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Russia sends planes to evacuate citizens from Syria

The airplanes will transport more than 100 people back to Russia, a spokeswoman says, in a sign that Moscow may be preparing for the Assad government's collapse.

January 21, 2013|By Sergei L. Loiko and Patrick J. McDonnell, Los Angeles Times
  • A Free Syrian Army rebel fights government forces in Aleppo, Syria, on Sunday.
A Free Syrian Army rebel fights government forces in Aleppo, Syria, on Sunday. (Andoni Lubaki, Associated…)

MOSCOW — Russia is sending two airplanes to evacuate scores of its citizens from longtime ally Syria, Moscow said Monday, in the latest signal that the Kremlin may be preparing for the collapse of President Bashar Assad's government.

The airplanes will fly to neighboring Lebanon on Tuesday and transport more than 100 people back to Russia, a spokeswoman for the Russian Emergency Situations Ministry told Russian media. The evacuees are reportedly mostly women and children.

Russia has already disclosed contingency plans for a massive naval evacuation of thousands of its nationals living in Syria. Russia this month plans to carry out large-scale naval operations in the Mediterranean, not far from the coast of Syria, though Moscow has not publicly linked the naval maneuvers to an evacuation blueprint.

It was not clear whether the planned airlift indicates that the Kremlin views Assad's fall as imminent.

Russian officials have insisted that Moscow has no vested interest in the survival of Assad's government, though Syria stands as the Kremlin's last major Arab ally. But Moscow opposes U.S.-backed efforts to topple the regime and has voiced fears of an Islamic militant takeover and Iraq-style anarchy if Assad is ousted. Russia has called for a negotiated end to Syria's conflict.

A Russian Foreign Ministry official said last month that Syrian rebels could emerge triumphant, the first such public acknowledgment from a high-ranking Kremlin official.

Syrian authorities still maintain tight control of the capital, Damascus, but broad swaths of the countryside — and much of the northern city of Aleppo, the nation's commercial hub — have fallen into rebel hands. The rebellion against Assad's rule broke out almost two years ago and has cost at least 60,000 lives, according to the United Nations.

Apart from being caught in the escalating violence, Russians in Syria may face retribution because of Moscow's standing as Assad's major international defender. Some Syrian opposition figures have said that Russian citizens in Syria are legitimate targets because of Moscow's support of Assad.

The number of Russian citizens being flown out on the two planes is only a fraction of the thousands, perhaps tens of thousands, of Russians and Russian speakers from the former Soviet Union now residing in Syria. One Russian observer called the arrival of the two planes a trial balloon for possible large-scale evacuations.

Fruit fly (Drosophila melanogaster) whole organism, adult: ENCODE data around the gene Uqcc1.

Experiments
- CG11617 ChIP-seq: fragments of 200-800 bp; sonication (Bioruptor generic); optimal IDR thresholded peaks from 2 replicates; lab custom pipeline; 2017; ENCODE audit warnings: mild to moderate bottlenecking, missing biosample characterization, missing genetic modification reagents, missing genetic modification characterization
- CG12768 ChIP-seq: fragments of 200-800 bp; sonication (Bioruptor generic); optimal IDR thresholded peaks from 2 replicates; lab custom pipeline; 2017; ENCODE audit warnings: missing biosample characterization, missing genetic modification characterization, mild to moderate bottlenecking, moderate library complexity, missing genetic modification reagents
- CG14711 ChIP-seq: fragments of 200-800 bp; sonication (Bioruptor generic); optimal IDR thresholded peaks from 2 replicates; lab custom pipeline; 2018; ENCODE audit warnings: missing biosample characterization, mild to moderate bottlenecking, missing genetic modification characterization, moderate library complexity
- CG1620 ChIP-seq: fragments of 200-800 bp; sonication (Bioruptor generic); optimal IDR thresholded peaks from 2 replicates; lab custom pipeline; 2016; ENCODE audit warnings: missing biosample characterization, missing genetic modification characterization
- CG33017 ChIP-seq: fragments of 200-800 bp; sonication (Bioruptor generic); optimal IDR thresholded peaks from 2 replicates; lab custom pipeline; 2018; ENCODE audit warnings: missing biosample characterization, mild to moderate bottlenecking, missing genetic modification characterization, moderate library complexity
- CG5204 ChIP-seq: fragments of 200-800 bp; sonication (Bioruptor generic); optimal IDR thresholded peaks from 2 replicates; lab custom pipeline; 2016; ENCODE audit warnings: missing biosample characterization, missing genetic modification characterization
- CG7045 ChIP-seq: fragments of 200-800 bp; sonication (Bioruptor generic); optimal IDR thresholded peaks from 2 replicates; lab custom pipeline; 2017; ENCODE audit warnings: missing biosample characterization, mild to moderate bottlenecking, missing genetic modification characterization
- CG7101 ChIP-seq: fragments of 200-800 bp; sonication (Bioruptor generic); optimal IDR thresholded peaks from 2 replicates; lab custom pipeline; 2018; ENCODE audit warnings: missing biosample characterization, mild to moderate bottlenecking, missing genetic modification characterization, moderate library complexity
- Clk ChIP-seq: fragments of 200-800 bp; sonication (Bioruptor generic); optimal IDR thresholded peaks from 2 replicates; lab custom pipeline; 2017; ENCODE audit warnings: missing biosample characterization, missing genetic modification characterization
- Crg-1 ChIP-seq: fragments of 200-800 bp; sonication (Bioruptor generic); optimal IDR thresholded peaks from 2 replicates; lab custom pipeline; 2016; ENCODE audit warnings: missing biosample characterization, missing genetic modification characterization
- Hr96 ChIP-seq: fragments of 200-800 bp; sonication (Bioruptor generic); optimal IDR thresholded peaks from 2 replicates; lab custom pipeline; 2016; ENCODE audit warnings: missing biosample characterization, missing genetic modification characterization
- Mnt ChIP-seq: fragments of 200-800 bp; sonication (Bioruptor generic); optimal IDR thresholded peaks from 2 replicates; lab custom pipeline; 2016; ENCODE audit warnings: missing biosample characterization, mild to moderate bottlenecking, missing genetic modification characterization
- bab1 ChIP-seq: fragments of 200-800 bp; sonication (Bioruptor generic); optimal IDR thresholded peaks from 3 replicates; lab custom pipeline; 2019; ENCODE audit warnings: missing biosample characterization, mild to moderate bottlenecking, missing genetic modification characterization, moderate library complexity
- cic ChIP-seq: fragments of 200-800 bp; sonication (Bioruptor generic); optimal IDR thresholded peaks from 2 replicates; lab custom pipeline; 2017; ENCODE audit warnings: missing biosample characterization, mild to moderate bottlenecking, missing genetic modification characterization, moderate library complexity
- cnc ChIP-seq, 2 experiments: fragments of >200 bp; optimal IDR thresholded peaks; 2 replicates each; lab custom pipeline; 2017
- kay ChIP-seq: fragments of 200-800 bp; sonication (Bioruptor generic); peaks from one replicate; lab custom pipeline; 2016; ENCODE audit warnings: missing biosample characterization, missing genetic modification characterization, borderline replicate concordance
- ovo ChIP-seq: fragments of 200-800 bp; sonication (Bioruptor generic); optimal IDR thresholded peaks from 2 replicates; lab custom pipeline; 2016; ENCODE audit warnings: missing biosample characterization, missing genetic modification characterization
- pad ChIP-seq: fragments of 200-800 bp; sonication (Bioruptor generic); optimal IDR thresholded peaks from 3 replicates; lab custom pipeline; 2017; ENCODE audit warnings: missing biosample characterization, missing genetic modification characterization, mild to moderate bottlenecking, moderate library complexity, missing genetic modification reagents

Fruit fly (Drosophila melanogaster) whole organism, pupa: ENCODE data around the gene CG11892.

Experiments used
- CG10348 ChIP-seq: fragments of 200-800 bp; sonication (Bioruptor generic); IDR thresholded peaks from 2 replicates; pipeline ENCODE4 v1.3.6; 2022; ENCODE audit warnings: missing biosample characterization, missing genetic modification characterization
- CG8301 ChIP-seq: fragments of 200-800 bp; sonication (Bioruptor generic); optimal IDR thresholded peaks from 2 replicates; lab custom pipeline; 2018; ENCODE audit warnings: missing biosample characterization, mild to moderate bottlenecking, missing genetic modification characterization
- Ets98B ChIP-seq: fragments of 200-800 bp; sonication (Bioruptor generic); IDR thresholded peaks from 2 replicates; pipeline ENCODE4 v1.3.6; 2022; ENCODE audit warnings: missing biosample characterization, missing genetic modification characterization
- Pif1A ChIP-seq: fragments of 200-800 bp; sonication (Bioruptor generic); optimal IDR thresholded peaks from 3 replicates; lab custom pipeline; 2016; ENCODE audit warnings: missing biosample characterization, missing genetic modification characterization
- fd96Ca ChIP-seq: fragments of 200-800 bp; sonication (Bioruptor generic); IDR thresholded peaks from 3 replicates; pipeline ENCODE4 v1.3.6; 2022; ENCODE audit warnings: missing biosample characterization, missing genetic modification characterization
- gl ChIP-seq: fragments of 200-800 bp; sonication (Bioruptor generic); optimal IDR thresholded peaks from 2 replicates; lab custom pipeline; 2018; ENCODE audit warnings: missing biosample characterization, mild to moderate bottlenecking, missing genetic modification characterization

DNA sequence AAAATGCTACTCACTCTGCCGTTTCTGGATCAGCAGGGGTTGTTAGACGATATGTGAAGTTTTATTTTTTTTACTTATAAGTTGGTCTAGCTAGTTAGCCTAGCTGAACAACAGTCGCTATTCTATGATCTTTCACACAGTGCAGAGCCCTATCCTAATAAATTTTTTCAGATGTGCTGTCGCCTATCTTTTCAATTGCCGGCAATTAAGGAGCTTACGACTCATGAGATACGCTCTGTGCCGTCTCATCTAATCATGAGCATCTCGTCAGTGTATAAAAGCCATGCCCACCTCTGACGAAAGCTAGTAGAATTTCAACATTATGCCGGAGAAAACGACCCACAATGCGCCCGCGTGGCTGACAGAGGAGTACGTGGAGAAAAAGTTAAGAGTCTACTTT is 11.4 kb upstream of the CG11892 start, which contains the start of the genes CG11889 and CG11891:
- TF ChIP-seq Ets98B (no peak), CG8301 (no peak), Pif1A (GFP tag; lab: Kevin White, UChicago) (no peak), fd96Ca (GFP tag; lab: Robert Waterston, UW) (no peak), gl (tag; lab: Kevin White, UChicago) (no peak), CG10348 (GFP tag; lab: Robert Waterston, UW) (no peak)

Damascus and Moscow have had close political, commercial and cultural ties since the Cold War era. Many Syrian men received scholarships to study behind the Iron Curtain and eventually married women from Russia and other Soviet republics, often moving back to Syria with their brides and families. Syria has also been a major client for Russian weapons and military gear, and some Russian defense technicians reportedly remain in Syria.

But being a Russian in war-ravaged, profoundly polarized Syria may now be risky.

Last month, two Russian steel plant workers were abducted in Syria, and a Ukrainian journalist, Anhar Kochneva, has reportedly been held since October by Syrian rebels who are demanding a $50-million ransom.

Nonetheless, a Russian journalist based in Damascus said Monday that Russians in Syria were generally not desperate to leave the country and many are confident that Assad will hold on to power.

"No one believes that the opposition forces can capture Damascus," Yelena Gromova, a reporter for Sovetskaya Rossiya, a Russian daily, said in a telephone interview from the Syrian capital. "The only thing to be really afraid of are random terrorist attacks."

Russia leases a naval logistics base in the Syrian Mediterranean port of Tartus. The base has frequently been mentioned as the jumping-off point for a seaborne evacuation of Russians.

The Russian fleet now in the Mediterranean includes about a dozen warships and 600 marines, signaling a major presence, said Alexander Golts, a defense expert at the Yezhednevny Zhurnal online newspaper. The marine contingent, Golts noted, "may be enough to capture and hold a landing strip inside Syria if things get from bad to worse there."

The Syrian government on Monday blamed "terrorists" — its standard term for armed rebels — for an attack on high-tension power lines that cut overnight electricity to much of Damascus and areas to the south of the capital. Electricity was gradually being restored as repairs were made, the government news agency said. Authorities say rebels have regularly attacked the power grid, fuel lines, bridges and other infrastructure targets.

sergei.loiko@latimes.com

patrick.mcdonnell@latimes.com

Loiko reported from Moscow and McDonnell from Beirut.

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